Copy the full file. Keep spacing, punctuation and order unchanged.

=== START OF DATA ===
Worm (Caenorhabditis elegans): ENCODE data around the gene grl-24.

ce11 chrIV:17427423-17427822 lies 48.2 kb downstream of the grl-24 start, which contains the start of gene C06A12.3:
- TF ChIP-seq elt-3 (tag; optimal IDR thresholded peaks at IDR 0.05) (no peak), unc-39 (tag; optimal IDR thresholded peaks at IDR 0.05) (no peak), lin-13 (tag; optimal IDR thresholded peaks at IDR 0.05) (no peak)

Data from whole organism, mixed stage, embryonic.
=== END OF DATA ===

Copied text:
Worm (Caenorhabditis elegans): ENCODE data around the gene grl-24.

ce11 chrIV:17427423-17427822 lies 48.2 kb downstream of the grl-24 start, which contains the start of gene C06A12.3:
- TF ChIP-seq elt-3 (tag; optimal IDR thresholded peaks at IDR 0.05) (no peak), unc-39 (tag; optimal IDR thresholded peaks at IDR 0.05) (no peak), lin-13 (tag; optimal IDR thresholded peaks at IDR 0.05) (no peak)

Data from whole organism, mixed stage, embryonic.